While Orphan feels formulaic to the evil kid canon, it is genuinely entertaining in a wicked and twisted sort of way.

From that 70’s horror classic that started it all (The Omen), right up until this year’s Case 39, the ‘evil kid’ plot line has been steadily evolving into a whole new genre. As such, we have seen several times before, how a cute and apparently sweet kid can manipulate and brutally murder all that stands in the way of a pre-conceived, albeit evil plan. Unlike the aforementioned films, what works here is the strength of stellar acting combined with a plot that escalates into a crescendo of suspense.

David Leslie Johnson’s script starts with a horrific prologue where the lovely and very talented Vera Farmiga is heavily pregnant, as Kate Coleman. In the presence of her husband John (Peter Sarsgaard), their third pregnancy ends in a bloody mess, quite literally. Although a vital segment of the plot, I must say the prologue has a very B movie feel to it, made worse with soft focus camera work, confusing the viewer into believing this to be Kate’s nightmare. But apparently it did happen, and almost a year later, Kate is still suffering the loss of what would have been their third child. In filling an ever increasing void, Kate and John decide to adopt Esther, a 9 year old Russian orphan with remarkable charm and intellect for her age. As Esther settles into her new home, her bond with Kate’s deaf-mute daughter is instantaneous, while her step-brother is less cordial and is the first to sense her ominous personality. Before long, Esther turns out to be an odd-ball in school, even as Kate discovers at an alarming rate, that adopting her may have been a bad decision. On the other hand, John disagrees, causing a rift between the couple and opening old wounds. Just as the situation starts to boil over, Kate uncovers Esther’s deep dark secret and must do all she can to protect the lives of her family.

After slipping under the radar, past his directional debut remaking House of Wax (a 2005 misfire featuring Paris Hilton), Jaume Collet-Serra re-emerges here darker and stronger in only his third film and second attempt at the horror/thriller genre. From a directional standpoint, Collet-Serra delivers a neatly done package, complete with tight acting, solid buildup of suspense through great pacing, and a perfectly timed twist most viewers won’t see coming. His pacing of the plot allows enough time for considerable character development. Essentially, this is what draws us into the lives of Kate and John and their little family, up until they adopt Esther. After this point, the pace increases with a lot of focus (or obscurity) into the mystery behind Esther and her motives. Not but until the end, when the twist emerges, are we left guessing Esther’s true motives and origins: evil incarnate or just a child deprived of affection. Either or neither, the answer is astounding, and Johnson’s concept is fresh, despite our temptation to compare Esther with Macaulay Culkin’s sinister Henry Evans, in The Good Son. Collet-Serra also dares to go where other directors tread lightly, especially since the very nature of this film is taboo when considering the storm it has stirred amongst parents with adopted children. Then there is the controversy of what a child actor can and cannot do or say in front of a camera. Again, this is what differentiates Orphan from similar films, because the direction here is bold, structured and clever, and pushes all boundaries. Of all the positives I can think of, the list topper will definitely have to be the exceptional performances from Farmiga and little known Isabelle Fuhrman as the antagonist. I will let you be the judge when I say that Fuhrman steals the show from the moment you see her and carries that uncanny charisma all through to the end. Step aside Dakota Fanning; make way for Isabelle Fuhrman as a force to reckon with. Aside from these two, Sarsgaard puts in his usual sleepy-eyed performance but is shadowed by Aryana Engineer as the couple’s deaf-mute daughter; good input from another child actor.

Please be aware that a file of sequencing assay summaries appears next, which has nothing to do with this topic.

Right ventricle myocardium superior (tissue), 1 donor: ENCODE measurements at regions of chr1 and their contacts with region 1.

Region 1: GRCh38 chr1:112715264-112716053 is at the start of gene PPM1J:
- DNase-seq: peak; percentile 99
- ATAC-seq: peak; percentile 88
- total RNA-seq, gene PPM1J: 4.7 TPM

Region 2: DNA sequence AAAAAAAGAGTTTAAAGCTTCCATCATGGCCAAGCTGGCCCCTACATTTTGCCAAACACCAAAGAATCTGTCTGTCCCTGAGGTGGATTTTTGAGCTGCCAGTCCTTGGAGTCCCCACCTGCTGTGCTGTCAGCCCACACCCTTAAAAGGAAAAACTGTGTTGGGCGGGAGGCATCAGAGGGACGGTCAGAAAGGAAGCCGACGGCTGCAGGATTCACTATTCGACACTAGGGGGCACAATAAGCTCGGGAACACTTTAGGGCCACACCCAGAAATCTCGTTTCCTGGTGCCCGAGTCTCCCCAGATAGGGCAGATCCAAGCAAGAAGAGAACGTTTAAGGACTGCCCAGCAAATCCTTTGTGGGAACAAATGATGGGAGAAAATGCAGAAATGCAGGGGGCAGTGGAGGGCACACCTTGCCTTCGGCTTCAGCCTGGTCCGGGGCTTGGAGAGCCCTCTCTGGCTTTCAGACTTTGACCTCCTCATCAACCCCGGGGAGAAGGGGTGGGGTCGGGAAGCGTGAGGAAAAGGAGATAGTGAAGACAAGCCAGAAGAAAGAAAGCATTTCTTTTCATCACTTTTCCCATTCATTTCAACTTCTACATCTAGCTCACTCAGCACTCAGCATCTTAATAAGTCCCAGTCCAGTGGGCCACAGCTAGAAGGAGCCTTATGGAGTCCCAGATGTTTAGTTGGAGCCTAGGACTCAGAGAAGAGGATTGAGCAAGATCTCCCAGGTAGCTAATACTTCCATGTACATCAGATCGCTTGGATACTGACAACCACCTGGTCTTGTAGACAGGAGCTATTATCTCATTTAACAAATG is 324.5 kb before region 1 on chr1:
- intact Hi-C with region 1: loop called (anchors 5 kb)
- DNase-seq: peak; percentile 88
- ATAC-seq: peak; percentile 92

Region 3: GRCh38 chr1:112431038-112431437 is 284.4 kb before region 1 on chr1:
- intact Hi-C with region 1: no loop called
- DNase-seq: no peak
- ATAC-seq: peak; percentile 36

All said and done, the near perfect script is not without some blaring clichés and unnecessary tributes. As with most recent thrillers, you can expect some jumpy moments, predictable one-liners and that chilly atmosphere snowy cinematography brings to horror thrillers. Co-produced by Leonardo DiCaprio, look out for a scene here in tribute to his final scene in Titanic. While most viewers may find this movie original enough to be conceptually shocking, there will be those who may find it a tad bit contrived. Even so, this is a movie about children, and for the most part, acted out by children. But given the MPAA rating of R, this one is strictly adults only.

Rating: ★★★½☆

About Lloyd Bayer

Besides his passion for travelling, photography and scuba diving, Lloyd is a prolific film critic having contributed hundreds of film reviews to web and print journals, including IMDb and local daily Khaleej Times.